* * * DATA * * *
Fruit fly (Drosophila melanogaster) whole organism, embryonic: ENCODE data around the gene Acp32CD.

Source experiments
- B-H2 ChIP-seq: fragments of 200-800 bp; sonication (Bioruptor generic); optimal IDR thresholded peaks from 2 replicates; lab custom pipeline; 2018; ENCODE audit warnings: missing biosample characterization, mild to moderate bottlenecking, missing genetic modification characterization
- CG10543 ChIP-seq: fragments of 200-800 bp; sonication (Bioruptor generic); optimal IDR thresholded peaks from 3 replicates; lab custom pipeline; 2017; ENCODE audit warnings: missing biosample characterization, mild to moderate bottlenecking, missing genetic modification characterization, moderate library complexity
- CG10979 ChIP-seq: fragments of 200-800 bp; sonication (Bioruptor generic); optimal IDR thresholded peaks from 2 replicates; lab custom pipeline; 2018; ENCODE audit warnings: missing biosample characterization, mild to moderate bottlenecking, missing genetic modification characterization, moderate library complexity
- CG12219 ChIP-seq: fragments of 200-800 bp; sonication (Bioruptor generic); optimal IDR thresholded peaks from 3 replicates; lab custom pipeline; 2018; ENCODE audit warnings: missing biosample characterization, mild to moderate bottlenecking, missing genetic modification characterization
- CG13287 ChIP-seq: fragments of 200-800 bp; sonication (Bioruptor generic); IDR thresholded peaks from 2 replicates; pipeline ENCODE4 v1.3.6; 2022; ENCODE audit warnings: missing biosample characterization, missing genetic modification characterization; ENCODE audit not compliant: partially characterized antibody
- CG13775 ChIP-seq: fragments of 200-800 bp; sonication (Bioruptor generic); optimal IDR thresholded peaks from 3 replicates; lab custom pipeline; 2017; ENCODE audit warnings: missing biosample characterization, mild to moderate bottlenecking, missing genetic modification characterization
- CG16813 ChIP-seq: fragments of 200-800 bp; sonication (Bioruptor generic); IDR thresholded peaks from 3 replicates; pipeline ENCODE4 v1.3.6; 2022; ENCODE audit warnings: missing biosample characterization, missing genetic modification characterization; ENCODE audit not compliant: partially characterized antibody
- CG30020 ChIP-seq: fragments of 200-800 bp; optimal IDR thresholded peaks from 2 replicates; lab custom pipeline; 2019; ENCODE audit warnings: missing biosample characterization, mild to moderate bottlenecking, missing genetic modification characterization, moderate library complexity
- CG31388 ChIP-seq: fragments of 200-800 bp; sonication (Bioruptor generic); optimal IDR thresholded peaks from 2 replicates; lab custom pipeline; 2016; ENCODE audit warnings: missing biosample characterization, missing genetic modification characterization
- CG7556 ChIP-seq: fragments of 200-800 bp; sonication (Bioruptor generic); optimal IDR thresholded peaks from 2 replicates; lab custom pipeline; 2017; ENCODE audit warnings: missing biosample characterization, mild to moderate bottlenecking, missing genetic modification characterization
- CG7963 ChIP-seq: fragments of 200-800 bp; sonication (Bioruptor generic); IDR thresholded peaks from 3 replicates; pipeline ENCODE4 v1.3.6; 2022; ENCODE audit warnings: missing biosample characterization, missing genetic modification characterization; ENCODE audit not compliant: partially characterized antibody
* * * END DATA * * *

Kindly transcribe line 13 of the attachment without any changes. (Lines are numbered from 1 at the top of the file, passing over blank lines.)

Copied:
- CG7963 ChIP-seq: fragments of 200-800 bp; sonication (Bioruptor generic); IDR thresholded peaks from 3 replicates; pipeline ENCODE4 v1.3.6; 2022; ENCODE audit warnings: missing biosample characterization, missing genetic modification characterization; ENCODE audit not compliant: partially characterized antibody